The cup is detachable, so you can easily use the stove with other cookware, too. It is compatible with Jetboil’s pots and skillet, but also with cookware from other brands. The cup features a neoprene sleeve with handle, so you won’t get burned while handling it. A drink-through lid also makes it perfect for having your coffee on the go. Powerful and versatile, this is backpacking stove will surely surprise you despite its higher price point.

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4. Ohuhu Stainless Steel Backpacking Stove


Technical Specs:

Why we picked the Ohuhu Stainless Steel Backpacking Stove:

Ohuhu proposes a backpacking stove designed for those who don’t want to carry fuel canisters with them. Compact yet highly versatile, this backpacking stove runs on dry sticks and twigs, and comes with both pot support and grill.

Assembling and lighting it is easy, and cooking on it gives the food that delicious smoky flavor you’d expect from a campfire. If you don’t want to burn any twigs, you can also use it with solidified alcohol. The stove breaks down to a small size for storage and transport and comes with a mesh carrying bag. All in all, outstanding value for money.

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5. Coleman Sportster II Backpacking Stove


Technical Specs:

Why we picked the Coleman Sportster II Backpacking Stove:

Coleman has long been known as one of the biggest brands in the outdoor industry, and its backpacking stove appeals to both hikers and car campers. The Sportster II is a reliable piece of equipment desinged to use in all kinds of weather.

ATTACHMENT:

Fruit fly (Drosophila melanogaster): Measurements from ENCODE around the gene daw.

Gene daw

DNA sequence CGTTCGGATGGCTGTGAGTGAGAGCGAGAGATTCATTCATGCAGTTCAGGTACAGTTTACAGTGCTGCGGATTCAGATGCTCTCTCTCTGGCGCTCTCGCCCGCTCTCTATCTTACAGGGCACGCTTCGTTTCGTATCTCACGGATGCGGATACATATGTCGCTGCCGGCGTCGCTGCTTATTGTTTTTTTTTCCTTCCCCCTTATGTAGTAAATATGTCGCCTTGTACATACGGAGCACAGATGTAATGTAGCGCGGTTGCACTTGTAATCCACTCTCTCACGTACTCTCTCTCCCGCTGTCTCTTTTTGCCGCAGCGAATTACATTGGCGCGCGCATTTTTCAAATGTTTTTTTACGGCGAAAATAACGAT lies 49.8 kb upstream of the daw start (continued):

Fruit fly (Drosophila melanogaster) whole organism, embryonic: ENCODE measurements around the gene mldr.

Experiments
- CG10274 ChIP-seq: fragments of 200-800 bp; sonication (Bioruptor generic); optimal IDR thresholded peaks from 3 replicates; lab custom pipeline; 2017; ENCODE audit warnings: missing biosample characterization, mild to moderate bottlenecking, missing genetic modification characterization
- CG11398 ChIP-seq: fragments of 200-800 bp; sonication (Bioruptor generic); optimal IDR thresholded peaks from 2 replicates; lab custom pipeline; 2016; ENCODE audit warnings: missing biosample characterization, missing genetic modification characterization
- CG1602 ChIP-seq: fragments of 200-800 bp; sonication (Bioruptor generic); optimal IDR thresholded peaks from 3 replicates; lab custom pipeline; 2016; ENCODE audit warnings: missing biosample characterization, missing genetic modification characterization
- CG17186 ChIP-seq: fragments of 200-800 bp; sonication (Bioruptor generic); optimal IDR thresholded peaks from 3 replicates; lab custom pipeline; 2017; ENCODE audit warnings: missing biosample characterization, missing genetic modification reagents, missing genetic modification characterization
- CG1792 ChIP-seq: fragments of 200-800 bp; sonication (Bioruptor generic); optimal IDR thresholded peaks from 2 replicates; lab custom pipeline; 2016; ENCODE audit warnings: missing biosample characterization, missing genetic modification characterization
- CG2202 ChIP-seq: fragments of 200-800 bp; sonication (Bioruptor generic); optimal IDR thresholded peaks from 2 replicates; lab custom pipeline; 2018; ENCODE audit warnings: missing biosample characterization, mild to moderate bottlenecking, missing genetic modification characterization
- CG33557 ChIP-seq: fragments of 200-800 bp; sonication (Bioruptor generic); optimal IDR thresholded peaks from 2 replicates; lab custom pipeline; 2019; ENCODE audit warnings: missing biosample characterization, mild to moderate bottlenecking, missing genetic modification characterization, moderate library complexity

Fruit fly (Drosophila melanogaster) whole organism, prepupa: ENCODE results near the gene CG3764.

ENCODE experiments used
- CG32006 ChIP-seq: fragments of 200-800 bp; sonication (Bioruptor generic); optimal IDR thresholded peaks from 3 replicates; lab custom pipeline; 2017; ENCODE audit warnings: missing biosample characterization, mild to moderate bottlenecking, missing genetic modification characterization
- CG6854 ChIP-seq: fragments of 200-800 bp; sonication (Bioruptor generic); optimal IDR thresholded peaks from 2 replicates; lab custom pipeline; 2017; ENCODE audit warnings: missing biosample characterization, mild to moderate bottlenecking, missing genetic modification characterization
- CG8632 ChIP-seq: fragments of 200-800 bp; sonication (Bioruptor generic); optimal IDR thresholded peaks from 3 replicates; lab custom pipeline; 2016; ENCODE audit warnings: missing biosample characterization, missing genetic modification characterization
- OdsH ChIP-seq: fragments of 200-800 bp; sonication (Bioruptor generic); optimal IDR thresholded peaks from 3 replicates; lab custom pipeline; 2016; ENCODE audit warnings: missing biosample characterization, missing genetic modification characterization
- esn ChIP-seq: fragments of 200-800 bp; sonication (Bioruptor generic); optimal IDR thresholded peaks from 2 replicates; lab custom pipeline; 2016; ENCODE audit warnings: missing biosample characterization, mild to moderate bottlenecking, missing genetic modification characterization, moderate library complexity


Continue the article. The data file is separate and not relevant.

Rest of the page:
It works with either mixed fuel tanks or unleaded gasoline, and outputs up to 10,000 BTU. The burner not only provides reliable cooking power, but it also allows you to adjust the flame intensity for boiling or simmering. It’s not very light, but overall, it’s a great choice for all-season hiking.

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6. REDCAMP Backpacking Stove


Technical Specs:

Why we picked the REDCAMP Backpacking Stove:

Ideal for couples who want to share a bit more food while hiking, the REDCAMP backpacking stove boasts a wider base and is compatible with pans up to 8-inch in diameter. It also boasts high BTU, making it easy to boil a quart of water in around 5 minutes.

We particularly like the matchless ignition system, as well as the fact that you can choose from three flame intensity settings. Indeed, you can use the stove to boil water, simmer, or keep food warm. It tends to create hot spots, but overall, this is one of your best bets at this price point.

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7. KING SUMMIT Ultralight Backpacking Stove


Technical Specs:

Why we picked the KING SUMMIT Ultralight Backpacking Stove: